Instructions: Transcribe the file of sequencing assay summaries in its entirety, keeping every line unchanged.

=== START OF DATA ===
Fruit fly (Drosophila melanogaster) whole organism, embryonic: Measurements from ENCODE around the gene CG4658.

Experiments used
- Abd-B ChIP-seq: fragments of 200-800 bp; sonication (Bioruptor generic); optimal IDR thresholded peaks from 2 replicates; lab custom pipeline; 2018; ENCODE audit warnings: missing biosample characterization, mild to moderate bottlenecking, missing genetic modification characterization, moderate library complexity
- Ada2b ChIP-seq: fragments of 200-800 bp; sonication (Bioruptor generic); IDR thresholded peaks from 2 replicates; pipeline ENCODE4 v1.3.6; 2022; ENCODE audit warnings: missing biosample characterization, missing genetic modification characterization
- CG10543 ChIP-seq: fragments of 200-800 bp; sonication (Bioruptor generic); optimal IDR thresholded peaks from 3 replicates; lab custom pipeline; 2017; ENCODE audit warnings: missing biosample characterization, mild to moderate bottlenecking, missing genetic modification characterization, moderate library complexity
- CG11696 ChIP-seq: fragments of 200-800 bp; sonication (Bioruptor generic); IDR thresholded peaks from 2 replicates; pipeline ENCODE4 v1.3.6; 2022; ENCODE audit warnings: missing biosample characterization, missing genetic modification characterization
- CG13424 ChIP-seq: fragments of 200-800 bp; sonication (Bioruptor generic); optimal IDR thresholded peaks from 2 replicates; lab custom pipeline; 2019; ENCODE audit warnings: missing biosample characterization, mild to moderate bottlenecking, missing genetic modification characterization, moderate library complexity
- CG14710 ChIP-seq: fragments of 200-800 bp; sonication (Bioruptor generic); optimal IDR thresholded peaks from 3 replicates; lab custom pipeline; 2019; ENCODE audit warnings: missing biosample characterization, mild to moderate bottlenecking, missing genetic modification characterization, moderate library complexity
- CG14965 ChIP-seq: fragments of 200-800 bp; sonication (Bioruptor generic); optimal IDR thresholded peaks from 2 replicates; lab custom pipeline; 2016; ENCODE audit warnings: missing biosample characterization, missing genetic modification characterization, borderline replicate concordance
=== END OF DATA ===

Fruit fly (Drosophila melanogaster) whole organism, embryonic: Measurements from ENCODE around the gene CG4658.

Experiments used
- Abd-B ChIP-seq: fragments of 200-800 bp; sonication (Bioruptor generic); optimal IDR thresholded peaks from 2 replicates; lab custom pipeline; 2018; ENCODE audit warnings: missing biosample characterization, mild to moderate bottlenecking, missing genetic modification characterization, moderate library complexity
- Ada2b ChIP-seq: fragments of 200-800 bp; sonication (Bioruptor generic); IDR thresholded peaks from 2 replicates; pipeline ENCODE4 v1.3.6; 2022; ENCODE audit warnings: missing biosample characterization, missing genetic modification characterization
- CG10543 ChIP-seq: fragments of 200-800 bp; sonication (Bioruptor generic); optimal IDR thresholded peaks from 3 replicates; lab custom pipeline; 2017; ENCODE audit warnings: missing biosample characterization, mild to moderate bottlenecking, missing genetic modification characterization, moderate library complexity
- CG11696 ChIP-seq: fragments of 200-800 bp; sonication (Bioruptor generic); IDR thresholded peaks from 2 replicates; pipeline ENCODE4 v1.3.6; 2022; ENCODE audit warnings: missing biosample characterization, missing genetic modification characterization
- CG13424 ChIP-seq: fragments of 200-800 bp; sonication (Bioruptor generic); optimal IDR thresholded peaks from 2 replicates; lab custom pipeline; 2019; ENCODE audit warnings: missing biosample characterization, mild to moderate bottlenecking, missing genetic modification characterization, moderate library complexity
- CG14710 ChIP-seq: fragments of 200-800 bp; sonication (Bioruptor generic); optimal IDR thresholded peaks from 3 replicates; lab custom pipeline; 2019; ENCODE audit warnings: missing biosample characterization, mild to moderate bottlenecking, missing genetic modification characterization, moderate library complexity
- CG14965 ChIP-seq: fragments of 200-800 bp; sonication (Bioruptor generic); optimal IDR thresholded peaks from 2 replicates; lab custom pipeline; 2016; ENCODE audit warnings: missing biosample characterization, missing genetic modification characterization, borderline replicate concordance